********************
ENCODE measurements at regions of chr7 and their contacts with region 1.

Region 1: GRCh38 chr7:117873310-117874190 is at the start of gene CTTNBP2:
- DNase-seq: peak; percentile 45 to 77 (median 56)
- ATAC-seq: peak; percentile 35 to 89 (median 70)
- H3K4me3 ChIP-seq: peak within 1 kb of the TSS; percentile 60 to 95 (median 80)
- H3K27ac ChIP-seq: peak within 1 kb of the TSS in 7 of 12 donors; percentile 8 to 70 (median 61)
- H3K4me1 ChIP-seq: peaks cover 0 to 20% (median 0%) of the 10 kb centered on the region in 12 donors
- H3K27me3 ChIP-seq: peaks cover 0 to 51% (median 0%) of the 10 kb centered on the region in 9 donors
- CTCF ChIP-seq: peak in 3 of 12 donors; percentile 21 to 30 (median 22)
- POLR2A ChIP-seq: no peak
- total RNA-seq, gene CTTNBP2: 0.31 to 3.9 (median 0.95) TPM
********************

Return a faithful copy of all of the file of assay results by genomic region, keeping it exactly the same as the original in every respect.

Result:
ENCODE measurements at regions of chr7 and their contacts with region 1.

Region 1: GRCh38 chr7:117873310-117874190 is at the start of gene CTTNBP2:
- DNase-seq: peak; percentile 45 to 77 (median 56)
- ATAC-seq: peak; percentile 35 to 89 (median 70)
- H3K4me3 ChIP-seq: peak within 1 kb of the TSS; percentile 60 to 95 (median 80)
- H3K27ac ChIP-seq: peak within 1 kb of the TSS in 7 of 12 donors; percentile 8 to 70 (median 61)
- H3K4me1 ChIP-seq: peaks cover 0 to 20% (median 0%) of the 10 kb centered on the region in 12 donors
- H3K27me3 ChIP-seq: peaks cover 0 to 51% (median 0%) of the 10 kb centered on the region in 9 donors
- CTCF ChIP-seq: peak in 3 of 12 donors; percentile 21 to 30 (median 22)
- POLR2A ChIP-seq: no peak
- total RNA-seq, gene CTTNBP2: 0.31 to 3.9 (median 0.95) TPM